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    Inner divs don't appear in the outter div


    Hi.
    I have a problem with CSS divs positioning. I want to create a div that contains three divs as three columns. I wrote the code below but the left, middle and right divs are placed outside the wrapper.

    Code:
    <!DOCTYPE html PUBLIC "-//W3C//DTD XHTML 1.0 Transitional//EN" "http://www.w3.org/TR/xhtml1/DTD/xhtml1-transitional.dtd">
    <html xmlns="http://www.w3.org/1999/xhtml">
    <head>
    <meta http-equiv="Content-Type" content="text/html; charset=utf-8" />
    <title>Untitled Document</title>
    <style type="text/css">
    
    body
    {
       background-color:#E5E5E5;
       font-family:Tahoma, Geneva, sans-serif;
       font-size:12px;
    }
    
    #wrapper
    {
    	background-color:#FFF;
    	margin-bottom:10px;
    	border:thin groove;
    	width:1200px;
    	margin:auto;
    }
    
    #left
    {
       width: 300px;
       float:left;
    }
    
    #middle 
    {
       width: 600px;
       float:left;
    
    }
    
    #right
    {
       width:300px;
       float:left;
    
    }
    </style>
    </head>
    
    <body>
      
       <div id = "wrapper">   
                
          <div id = "left">
             <p>Left</p>
           </div>
                
           <div id = "middle">
              <p>Middle</p>
           </div>
                
           <div id = "right">
              <p>Right</p>
           </div>    
     
        </div>
       
    </body>
    </html>
  2. #2
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    add overflow:hidden; to your #wrapper css to get the #wrapper DIV to enclose the "floated" DIVs inside.
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    Originally Posted by DonR
    add overflow:hidden; to your #wrapper css to get the #wrapper DIV to enclose the "floated" DIVs inside.
    Thanks a lot. it solved my problem.
    Can you tell me why this happens and why we have to use overflow?
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    I, honestly, don't know the "WHY"....
    I do know that "floated" items are taken out of the main layout/flow, but, as to why the overflow property causes those floats to be contained once again, I never bothered to figure out. [I did learn that you could also just "float:left;" the #wrapper DIV (parent div), but, then you lose the ability to center it using the "margin:0 auto;" method.]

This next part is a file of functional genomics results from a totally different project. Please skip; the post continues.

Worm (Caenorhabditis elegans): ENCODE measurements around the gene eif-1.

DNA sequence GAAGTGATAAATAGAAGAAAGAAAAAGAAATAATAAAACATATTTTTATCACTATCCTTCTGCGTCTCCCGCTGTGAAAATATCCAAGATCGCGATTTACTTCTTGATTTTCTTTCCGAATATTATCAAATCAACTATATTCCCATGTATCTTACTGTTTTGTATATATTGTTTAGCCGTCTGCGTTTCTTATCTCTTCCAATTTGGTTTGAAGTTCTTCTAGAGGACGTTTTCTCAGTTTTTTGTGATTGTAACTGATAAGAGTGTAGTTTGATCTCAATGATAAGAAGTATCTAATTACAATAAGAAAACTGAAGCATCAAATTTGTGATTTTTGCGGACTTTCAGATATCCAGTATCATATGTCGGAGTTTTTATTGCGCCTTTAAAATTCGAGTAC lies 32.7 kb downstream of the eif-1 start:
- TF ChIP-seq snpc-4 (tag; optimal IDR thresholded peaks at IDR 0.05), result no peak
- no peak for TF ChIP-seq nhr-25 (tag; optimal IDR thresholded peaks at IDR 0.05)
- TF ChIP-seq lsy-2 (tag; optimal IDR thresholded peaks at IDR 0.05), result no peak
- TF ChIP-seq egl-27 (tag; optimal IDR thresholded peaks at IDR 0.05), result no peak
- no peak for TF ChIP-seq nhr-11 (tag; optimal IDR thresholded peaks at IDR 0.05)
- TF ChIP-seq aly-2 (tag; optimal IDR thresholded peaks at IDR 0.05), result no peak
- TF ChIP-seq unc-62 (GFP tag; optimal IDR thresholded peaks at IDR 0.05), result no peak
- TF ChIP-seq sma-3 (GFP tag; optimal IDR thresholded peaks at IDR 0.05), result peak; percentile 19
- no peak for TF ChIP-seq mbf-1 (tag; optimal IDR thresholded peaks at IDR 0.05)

Maybe Kravvitz can chime in and enlighten us.

    EDIT:
    A simple "google" found THIS which seems to explain things some.
    Last edited by DonR; August 13th, 2013 at 05:17 PM.
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    Welcome to DevShed Forums, e.shekari.

    Why it happens is because that's the way floats were designed. They were originally just intended to allow you to put an image next to a paragraph, but they work fairly well for creating columns too, so they're used that way as well.

    The article DonR linked to explains it fairly well. However, I usually avoid using the overflow property for that purpose because I prefer to let things, including box-shadow, overflow freely.

    You can find more information here.
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    Originally Posted by Kravvitz
    Welcome to DevShed Forums, e.shekari.

    Why it happens is because that's the way floats were designed. They were originally just intended to allow you to put an image next to a paragraph, but they work fairly well for creating columns too, so they're used that way as well.

    The article DonR linked to explains it fairly well. However, I usually avoid using the overflow property for that purpose because I prefer to let things, including box-shadow, overflow freely.
    Thanks.
    I'm sorry, I have not looked at the pages you & DonR linked to. Because I'm busy with writing a website these days.
    So if you don't use overflow for that purpose how do you do that? Is there a standard or recommended way to do this thing?
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    I use different techniques depending on the circumstances. I'm not a fan of one-size-fits-all type of approaches to technical problems like this.

    When possible, I prefer to give the parent element "float:left" and "width:100%" (which won't work for the code you posted here). I almost always give "clear:both" to the page footer.
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